Ian Fleming wasn't great at writing characters who weren't James Bond, James Bond's bosses, and the guys who wanted to kill James Bond. And he especially wasn't great with people who apparently don't talk like Bond does. In You Only Live Twice, the novel in which Bond dyes his skin, cuts his hair, and dresses to resemble a Japanese person, the results are mixed. You can tell that Fleming definitely had an appreciation for Japanese culture and liked the beauty of the region that he set the novel in, but everything he describes sounds far goofier than he intended. In Live And Let Die, Bond travels to Harlem, and the journey is excruciating.
From the outset, you definitely get the feeling that Fleming is trying to compensate for something. Every sentence in the first half of Live And Let Die may as well end with "... but I'm not racist." For example, if Fleming was to write a piece of dialogue like "They won't even let a white man in there ..." it would end with "... but they do enjoy jazz." Fleming stumbles over himself to make sure that he is as ignorantly nice about things as possible. At one point, a black woman is driving a car, and Bond feels the need to remark about how amazing it is that a black woman is driving a car, and driving it well.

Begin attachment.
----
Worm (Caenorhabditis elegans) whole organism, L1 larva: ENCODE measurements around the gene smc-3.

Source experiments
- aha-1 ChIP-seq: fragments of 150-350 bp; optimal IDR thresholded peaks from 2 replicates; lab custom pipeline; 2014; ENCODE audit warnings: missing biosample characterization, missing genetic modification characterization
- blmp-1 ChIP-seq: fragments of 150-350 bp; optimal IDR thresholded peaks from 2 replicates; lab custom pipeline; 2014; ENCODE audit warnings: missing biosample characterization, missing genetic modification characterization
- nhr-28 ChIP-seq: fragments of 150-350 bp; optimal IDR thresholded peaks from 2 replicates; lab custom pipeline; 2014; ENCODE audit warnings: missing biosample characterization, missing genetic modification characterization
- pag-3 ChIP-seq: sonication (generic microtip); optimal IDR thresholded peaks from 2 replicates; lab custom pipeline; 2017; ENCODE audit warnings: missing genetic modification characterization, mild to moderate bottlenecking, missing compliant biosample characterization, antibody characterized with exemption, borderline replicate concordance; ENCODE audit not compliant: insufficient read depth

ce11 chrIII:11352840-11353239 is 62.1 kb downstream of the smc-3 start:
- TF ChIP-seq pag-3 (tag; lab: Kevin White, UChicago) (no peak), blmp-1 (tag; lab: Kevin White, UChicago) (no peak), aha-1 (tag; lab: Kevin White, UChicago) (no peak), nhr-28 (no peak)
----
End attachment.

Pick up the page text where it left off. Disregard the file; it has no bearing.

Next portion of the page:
"'Smashing,' said James, as he was able to sleep with a black woman, and not get Sickle Cell of the Ebola."
It would be different if this kind of thing didn't happen repeatedly. When he's not out narrowly avoiding death, Bond spends most of his time in the company of rich white people in '50s/'60s England. He's not worldly so much as he just has access to a lot of train tickets. One would logically expect him to go to Harlem and be taken aback somewhat. But he's never this grating in any other book, or when dealing with any other situation.